But what’s even worse is knowing that you completely forgot to pack something. Forgetting can actually change your whole day, either change your schedule, or make you restrict your eating throughout the day so you don’t have to go back for the syringes or insulin or machine you carelessly left at home. Not only that, it also affects you mentally, you start putting yourself down for being so careless to leave something that can basically save your life, at home.

“Don’t forget a bag.” Who likes being the only one of their friends that constantly has to carry a bag for all their supplies? Not me, especially with my friends, they love to throw their loose stuff in my bag “because I’m carrying it anyway.” I love my friends and holding all their stuff but for once I want to throw my wallet in someone else’s bag! Finding a bag big enough to hold all your supplies is another whole problem. Sometimes if I want to carry a pretty bag as an accessory I’ll leave my machine parts, and syringes loose in my bag so the packages they come in don’t stretch out my bag. And I even get the loveliest looks when I pull out my money to pay for something and a syringe comes flying out with my $5 bill.

Also, supplies are expensive! (that’s the bottom line really…)

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The Burden of Diabetes (4) – Travel Pains

by Fortune Mosseri,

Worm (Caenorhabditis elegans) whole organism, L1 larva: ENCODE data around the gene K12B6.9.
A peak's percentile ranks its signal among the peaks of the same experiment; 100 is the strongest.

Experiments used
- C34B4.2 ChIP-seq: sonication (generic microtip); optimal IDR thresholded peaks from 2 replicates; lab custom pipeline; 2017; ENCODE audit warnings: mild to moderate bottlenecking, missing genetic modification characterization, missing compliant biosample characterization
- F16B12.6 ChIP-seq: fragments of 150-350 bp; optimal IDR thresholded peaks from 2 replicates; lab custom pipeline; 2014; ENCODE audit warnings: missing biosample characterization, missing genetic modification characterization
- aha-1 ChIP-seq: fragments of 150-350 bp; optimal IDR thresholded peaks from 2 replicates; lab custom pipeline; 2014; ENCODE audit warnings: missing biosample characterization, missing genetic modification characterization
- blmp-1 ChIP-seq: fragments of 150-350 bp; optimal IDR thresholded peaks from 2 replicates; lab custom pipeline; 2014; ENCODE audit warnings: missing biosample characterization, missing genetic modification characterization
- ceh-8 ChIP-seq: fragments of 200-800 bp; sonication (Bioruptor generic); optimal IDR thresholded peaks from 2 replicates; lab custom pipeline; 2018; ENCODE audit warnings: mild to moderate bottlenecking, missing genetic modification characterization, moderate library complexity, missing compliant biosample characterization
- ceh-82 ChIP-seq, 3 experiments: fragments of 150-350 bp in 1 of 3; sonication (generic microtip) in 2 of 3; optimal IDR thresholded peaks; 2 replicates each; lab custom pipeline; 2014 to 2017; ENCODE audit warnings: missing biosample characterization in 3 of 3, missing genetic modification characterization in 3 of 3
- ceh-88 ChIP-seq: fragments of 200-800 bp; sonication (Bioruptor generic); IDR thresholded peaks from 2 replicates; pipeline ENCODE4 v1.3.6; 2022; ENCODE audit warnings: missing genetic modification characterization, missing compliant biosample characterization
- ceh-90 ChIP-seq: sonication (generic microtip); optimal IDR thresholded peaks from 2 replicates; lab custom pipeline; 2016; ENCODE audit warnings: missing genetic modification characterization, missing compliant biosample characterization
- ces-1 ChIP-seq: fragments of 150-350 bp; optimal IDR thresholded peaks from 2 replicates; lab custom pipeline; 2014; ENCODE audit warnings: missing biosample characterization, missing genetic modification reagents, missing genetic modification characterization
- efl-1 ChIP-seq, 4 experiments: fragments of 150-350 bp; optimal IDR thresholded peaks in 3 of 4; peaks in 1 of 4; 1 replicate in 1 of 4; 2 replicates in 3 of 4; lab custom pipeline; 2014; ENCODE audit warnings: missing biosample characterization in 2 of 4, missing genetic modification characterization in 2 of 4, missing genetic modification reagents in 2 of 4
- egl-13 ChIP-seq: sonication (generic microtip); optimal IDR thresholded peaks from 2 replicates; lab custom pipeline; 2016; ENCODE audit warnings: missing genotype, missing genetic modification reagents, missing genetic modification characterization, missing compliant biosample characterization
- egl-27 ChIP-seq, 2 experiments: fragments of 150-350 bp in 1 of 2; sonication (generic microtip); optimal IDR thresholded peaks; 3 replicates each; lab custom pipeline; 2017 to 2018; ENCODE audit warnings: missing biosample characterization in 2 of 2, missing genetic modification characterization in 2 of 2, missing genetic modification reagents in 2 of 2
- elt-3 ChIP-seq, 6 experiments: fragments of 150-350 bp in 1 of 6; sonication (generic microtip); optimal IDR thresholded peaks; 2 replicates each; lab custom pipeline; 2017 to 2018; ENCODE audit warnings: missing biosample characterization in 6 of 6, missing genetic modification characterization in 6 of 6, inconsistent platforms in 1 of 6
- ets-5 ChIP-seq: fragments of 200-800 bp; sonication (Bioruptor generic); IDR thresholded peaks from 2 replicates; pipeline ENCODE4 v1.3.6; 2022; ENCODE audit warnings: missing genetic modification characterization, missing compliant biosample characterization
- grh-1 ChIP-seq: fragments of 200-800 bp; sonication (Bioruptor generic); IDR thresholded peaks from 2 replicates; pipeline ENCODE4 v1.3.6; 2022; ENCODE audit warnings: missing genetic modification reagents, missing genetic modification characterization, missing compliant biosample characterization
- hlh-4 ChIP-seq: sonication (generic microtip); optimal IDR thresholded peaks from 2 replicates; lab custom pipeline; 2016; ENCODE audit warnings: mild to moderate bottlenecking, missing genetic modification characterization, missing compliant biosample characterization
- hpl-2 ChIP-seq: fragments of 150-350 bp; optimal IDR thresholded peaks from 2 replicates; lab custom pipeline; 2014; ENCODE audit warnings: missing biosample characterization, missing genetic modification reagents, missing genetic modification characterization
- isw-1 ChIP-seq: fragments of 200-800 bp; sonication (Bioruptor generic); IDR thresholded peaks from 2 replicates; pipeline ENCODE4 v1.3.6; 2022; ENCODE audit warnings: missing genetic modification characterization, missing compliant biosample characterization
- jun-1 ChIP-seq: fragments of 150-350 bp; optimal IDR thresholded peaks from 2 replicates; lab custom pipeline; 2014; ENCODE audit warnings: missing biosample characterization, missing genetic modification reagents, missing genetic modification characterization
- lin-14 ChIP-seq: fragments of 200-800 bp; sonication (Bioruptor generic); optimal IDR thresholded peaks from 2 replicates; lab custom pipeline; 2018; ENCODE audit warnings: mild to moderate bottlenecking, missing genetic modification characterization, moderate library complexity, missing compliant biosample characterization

I hope you’ve all been enjoying my past posts on the burdens of living with Type 1 diabetes. This is my fourth post, about something some of us are nervous about, and even scared of — Traveling with diabetes (or even traveling with a diabetic).
Traveling is stressful enough as it is, but having to worry about having enough supplies, making sure they’re properly stored, and making sure everything can get on the plane can really add to that stress. Even if you’re just going on a day trip you have to make sure you have: a big enough bag to carry all your supplies, enough insulin, strips, syringes, lancets and sweets for the day, ice to keep everything cold enough (and making sure the ice doesn’t melt all over you and your stuff), back up supplies, back up supplies for your backup supplies, oh, and you also need the basics for the day (sunscreen, water, clothes, etc.)

If you’re on an airplane you’re constantly worrying about where your insulin is and if it’s cold enough or properly stored or even still in one piece (forget about even if you have enough!) Also, carrying that super big and heavy bag around is not good for you or your stylish vacation look.